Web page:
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I would like to find the asymptotics of

Sum[Binomial[n,i]*1/i^((n+1)/2),{i,1,n}]

I saw Find asymptotics of $\sum\limits_{i=0}^{n/3} 2^i \binom{n-i-1}{\frac{2n}{3}-1}$ but I can't get anything similar to work in my example.

What is the right way to do this?

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  • $\begingroup$ f[n_] := Sum[Binomial[n, i]/i^((n + 1)/2), {i, 1, n}]; a = Table[f[n], {n, 1, 100}] $\endgroup$ Dec 18, 2013 at 20:52
  • $\begingroup$ @belisarius This seems to imply the asymptotic is exactly $n$. $\endgroup$
    – marshall
    Dec 18, 2013 at 20:54
  • $\begingroup$ Now prove it :) $\endgroup$ Dec 18, 2013 at 21:07

1 Answer 1

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Let's start by looking at this graph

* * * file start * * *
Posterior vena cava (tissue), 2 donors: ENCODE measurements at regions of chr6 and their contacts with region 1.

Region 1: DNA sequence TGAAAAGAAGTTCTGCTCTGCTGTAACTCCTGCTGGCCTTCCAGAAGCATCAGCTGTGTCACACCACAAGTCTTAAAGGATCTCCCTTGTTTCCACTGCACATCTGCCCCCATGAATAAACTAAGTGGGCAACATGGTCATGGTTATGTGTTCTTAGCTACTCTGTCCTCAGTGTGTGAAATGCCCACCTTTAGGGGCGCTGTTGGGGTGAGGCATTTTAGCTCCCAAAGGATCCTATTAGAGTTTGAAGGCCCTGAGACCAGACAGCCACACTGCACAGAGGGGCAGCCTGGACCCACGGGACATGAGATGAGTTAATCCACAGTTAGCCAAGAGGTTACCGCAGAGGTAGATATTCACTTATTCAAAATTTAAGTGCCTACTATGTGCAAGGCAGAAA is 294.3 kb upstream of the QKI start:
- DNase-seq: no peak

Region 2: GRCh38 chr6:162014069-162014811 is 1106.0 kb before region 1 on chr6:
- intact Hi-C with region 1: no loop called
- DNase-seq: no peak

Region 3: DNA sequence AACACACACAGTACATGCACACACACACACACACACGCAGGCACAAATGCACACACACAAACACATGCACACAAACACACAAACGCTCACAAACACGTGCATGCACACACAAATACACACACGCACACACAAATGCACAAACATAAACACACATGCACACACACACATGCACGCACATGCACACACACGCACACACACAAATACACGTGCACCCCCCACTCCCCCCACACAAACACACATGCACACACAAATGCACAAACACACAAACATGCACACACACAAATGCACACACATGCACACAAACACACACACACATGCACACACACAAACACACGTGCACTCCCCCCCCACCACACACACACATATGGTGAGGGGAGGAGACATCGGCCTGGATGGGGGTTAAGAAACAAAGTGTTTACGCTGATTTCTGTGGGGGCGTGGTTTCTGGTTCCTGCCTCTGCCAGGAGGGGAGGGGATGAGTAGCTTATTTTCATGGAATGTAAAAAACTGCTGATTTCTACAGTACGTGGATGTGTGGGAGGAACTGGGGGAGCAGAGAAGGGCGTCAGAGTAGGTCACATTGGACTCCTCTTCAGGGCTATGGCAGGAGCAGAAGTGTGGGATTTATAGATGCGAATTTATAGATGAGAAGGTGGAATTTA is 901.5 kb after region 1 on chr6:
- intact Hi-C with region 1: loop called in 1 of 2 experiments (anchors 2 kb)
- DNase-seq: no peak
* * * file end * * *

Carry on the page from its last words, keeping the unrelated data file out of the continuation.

DiscretePlot[
 Sum[Binomial[n, i]/i^((n + 1)/2), {i, 1, n}]/n, {n, 500, 550}]

enter image description here

So we have the hypothesis that the sum increases like $n$. Let's use Mathematica to prove that the sum $S$ divided by $n$ goes to 1.

We have

Limit[1/n Binomial[n, i]/i^n, n -> Infinity, Assumptions -> i >= 2]

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So all but the first term go to 0. But we have a lot of such terms, so this is not enough to say the "rest of the sum" $R$ goes to 0. We prove that the sum from i=3 onwards goes to 0.

We have

Limit[n Binomial[n, n/2]/3^n, n -> Infinity]

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This proves that the sum from i=3 onwards goes to 0, as the Binomial coefficient is maximal when i=n/2, 1/(i^n) is maximal when i=3 and we have n-2 ~ n terms.

The second term also goes to 0, so indeed the "rest of the sum", i.e. $R$, goes to 0.

The first term is

n == Binomial[n,1]*1^x

So we have that $$\lim_{n\rightarrow \infty} \frac{S}{n} = \lim_{n\rightarrow \infty} \frac{n}{n} + \lim_{n\rightarrow \infty} \frac{R}{n} = 1+0 = 1$$

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